Greetings and Salutations ye double-dealing, drooling draft of maggot breath,

Digger, at ye service. let me just address the elephant in the room. There is no such things as zombies. Much has been made of late about an infestation of the dead rising from the earth to devour the living.  The devil with such idle gossip such as wash maidens may fritter on about. Be assured no such thing is likely as long as I’m drawing breath. As to that git Dave’s claims, I say you must consider the source of a fevered brain.

Today we are back at the unconsecrated graveyard to visit with another author. I’ve been hoping for weeks that our next guest would grant us an interview. I am very excited to have him with us.

He is a writer who is widely seen as the most significant 20th century author in Horror Fiction. At the time Weird Tales Magazine was building a reputation, he was a regular contributor, he turned down an offer of the editorship. Some of his most celebrated tales including The Call of Cthulhu, canonical to the Cthulhu Mythos. Horror, fantasy and science fiction author Stephen King called him “the twentieth century’s greatest practitioner of the classic horror tale.” Graham Harman said, “No other writer is so perplexed by the gap between objects and the power of language to describe them, or between objects and the qualities they possess.” So with no further ado, I present, Howard Phillip Lovecraft.

HP; Thank you, I was warned the accommodations were less than ideal, but Robert assured me the warm welcome and the wine of course would make up for it.

GD; You’re referring to Robert Louis Stevensen?

HP; Yes, he convinced me to come. I tried to make it two weeks ago, but something happened on our end and some other guy jumped through ahead of me. A Richard Baitman, or something? He was too big for me to argue with.

GD; Richard Bachman.

HP; That’s it, Bachman. He wasn’t a very nice fellow.

GD; Aye, very unsettling it was. He hasn’t returned neither. I do hope those other fellows Steve Brown, and Stephen King are keeping a weather eye out for him. He made some thinly veiled threats as he left. Enough about him please let’s talk about your influences.

HP; Of course Edgar Allen Poe was very big. As was Arthur Machen’s tales of ancient evil returning to the modern world. Joseph Addison, and Jonathan Swift, and my own vivid nightmares are all contributing factors.

GD; E.A Poe and yourself have many biographical details in common. Like Poe your work was out of step with your time. You both passed on at a young age and you were both penniless when you did so.

HP; The loss of our parents, bouts of deep depression, self-imposed isolation, the list goes on. Eddie and I often commiserate to pass the endless nights that constitute the other side.

GD; You must be happy with the high regard with which you are held today and the endless list of authors you have influenced.

HP; Happiness is not something experienced on the plain where I exist. It would have been nice if all this veneration presented itself in my life time. It does me little good to know that I am appreciated years after I died a painful, lonely, penniless death.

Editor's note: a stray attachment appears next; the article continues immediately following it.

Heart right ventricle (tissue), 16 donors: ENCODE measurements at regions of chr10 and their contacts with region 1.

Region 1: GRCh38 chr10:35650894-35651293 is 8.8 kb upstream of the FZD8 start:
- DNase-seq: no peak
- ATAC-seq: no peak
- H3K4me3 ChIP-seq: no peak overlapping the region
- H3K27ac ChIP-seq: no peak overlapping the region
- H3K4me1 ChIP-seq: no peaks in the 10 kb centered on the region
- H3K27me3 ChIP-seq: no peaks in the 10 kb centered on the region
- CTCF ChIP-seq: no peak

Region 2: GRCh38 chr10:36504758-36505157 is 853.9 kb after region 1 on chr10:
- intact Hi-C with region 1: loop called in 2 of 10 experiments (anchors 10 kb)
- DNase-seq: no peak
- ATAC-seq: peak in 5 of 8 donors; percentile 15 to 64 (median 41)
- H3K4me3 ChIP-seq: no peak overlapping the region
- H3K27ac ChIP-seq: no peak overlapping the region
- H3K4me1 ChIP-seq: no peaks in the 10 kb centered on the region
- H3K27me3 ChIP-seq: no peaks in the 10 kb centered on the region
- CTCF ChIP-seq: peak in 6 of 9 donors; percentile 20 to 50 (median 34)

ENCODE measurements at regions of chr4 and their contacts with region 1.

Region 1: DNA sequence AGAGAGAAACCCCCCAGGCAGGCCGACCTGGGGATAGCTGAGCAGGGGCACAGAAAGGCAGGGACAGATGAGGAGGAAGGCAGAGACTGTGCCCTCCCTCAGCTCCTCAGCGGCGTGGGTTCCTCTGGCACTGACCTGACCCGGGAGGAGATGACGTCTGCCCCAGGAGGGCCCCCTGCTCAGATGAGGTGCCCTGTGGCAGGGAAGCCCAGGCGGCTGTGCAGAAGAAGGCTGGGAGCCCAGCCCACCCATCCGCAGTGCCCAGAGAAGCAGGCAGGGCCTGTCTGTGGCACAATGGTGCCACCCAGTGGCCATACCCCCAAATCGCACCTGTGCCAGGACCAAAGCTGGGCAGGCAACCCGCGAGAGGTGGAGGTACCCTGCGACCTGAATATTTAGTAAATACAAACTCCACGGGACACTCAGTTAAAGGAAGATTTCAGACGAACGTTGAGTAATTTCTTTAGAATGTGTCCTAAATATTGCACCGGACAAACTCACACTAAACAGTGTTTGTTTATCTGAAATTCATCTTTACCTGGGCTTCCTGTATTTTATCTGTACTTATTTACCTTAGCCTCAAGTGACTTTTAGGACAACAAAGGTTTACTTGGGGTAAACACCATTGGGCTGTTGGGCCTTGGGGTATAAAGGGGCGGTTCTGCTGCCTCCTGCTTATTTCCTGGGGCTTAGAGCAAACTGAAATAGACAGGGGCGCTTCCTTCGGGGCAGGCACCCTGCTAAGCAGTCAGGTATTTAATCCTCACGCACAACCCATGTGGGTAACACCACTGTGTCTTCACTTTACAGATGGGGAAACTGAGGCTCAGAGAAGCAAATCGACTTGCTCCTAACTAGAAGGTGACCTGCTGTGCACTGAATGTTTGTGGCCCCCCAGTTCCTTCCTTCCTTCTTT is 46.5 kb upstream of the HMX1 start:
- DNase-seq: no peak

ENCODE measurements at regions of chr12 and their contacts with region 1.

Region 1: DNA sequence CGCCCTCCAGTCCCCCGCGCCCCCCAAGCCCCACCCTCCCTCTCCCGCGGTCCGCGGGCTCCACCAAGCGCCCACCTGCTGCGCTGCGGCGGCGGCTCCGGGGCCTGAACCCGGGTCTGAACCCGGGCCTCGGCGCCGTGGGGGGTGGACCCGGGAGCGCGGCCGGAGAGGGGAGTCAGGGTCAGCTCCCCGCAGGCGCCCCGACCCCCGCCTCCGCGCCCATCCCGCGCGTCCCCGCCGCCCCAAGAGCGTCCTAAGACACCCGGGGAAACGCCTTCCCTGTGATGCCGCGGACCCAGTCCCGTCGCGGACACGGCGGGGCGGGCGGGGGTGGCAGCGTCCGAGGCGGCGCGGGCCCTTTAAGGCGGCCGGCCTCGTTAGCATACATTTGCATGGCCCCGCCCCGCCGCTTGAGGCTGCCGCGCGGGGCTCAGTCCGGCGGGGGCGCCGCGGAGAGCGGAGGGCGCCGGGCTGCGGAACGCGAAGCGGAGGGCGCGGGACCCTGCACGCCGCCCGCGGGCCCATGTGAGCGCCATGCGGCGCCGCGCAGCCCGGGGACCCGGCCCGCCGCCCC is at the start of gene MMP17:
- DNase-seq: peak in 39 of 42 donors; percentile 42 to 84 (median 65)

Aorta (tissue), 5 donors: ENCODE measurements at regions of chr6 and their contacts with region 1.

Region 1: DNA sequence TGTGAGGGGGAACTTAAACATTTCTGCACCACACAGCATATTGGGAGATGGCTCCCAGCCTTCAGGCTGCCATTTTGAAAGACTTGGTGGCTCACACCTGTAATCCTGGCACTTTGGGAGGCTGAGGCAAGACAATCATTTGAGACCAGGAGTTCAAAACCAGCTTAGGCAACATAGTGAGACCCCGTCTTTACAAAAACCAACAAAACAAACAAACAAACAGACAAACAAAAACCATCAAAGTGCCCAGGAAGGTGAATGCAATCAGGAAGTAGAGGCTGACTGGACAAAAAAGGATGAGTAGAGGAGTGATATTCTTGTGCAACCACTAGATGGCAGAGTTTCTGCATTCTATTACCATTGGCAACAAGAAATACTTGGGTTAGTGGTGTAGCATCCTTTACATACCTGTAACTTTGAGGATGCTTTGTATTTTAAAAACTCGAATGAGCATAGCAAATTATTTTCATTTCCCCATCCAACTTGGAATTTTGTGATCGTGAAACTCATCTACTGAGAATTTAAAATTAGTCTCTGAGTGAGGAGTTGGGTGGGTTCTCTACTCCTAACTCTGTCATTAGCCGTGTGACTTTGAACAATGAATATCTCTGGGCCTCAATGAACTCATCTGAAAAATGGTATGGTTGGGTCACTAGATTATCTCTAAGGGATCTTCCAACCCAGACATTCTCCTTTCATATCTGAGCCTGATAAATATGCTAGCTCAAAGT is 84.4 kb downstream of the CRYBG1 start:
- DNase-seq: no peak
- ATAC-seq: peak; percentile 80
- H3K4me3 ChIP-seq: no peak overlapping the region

GD; Sorry I brought that up. One of your recurring themes is the mysterious information stumbled on by unsuspecting characters.

HP; Ah yes usually with a Promethean ending. You say unsuspecting character, yet they are driven to learn knowledge that is forbidden them. Their curiosity, ambition, and the temptation of acquiring power compel them to open Pandora’s box and unleash the evils within. They are not naive dupes as you suggest. on the contrary they often make choices without consideration to the consequences. Hence the person who acquires the knowledge is utterly destroyed.

GD; Of course you’re right, but the reader identifies with the character as somehow being coerced or deceived into making those choices.

HP; That would be naiveté on the part of the reader. Just as in the Cthulu stories the antagonist is an alien being who is indifferent to humans at best more often hostile, and yet they are worshipped by clans of humans as Gods. You may see the worshippers as poor savages, Where as my view is they bring this on themselves at the hope of becoming the beneficiary of the god like powers. They are not innocents, they are greedy, manipulating, and selfish. They perpetuate a modern era decadence, and they receive their just deserts.

GD; What of, The Rats In The Walls or The Alchemist, surely you make exceptions where a character gets punished through no fault of their own.

HP; Inherited guilt is something of a paradox. Where the fortunate circumstances of the character are due to the misdeeds of a forebear and yet they themselves are innocent. The piper must be paid, Mr. Digger, better he is paid in this life than in the next.

I see my flame is burning low, so allow me to leave you with one thought. Support living writers and artists now, while they are among you. Do not wait until they have long passed on to acknowledge their commitment to society.

Whooosh

“A foppish exit if ever I witnessed one. I didn’t get to ask him about all the films based on his stories. Oh, well. H. P. Lovecraft was an amazing author, but he would be a dreary dinner guest to be sure.

Let’s close with a quotation from the man himself.

“It is only the inferior thinker who hastens to explain the singular and the complex by the primitive shortcut of supernaturalism.” H.P.Lovecraft.

Thanks for tuning in,

Digger

 

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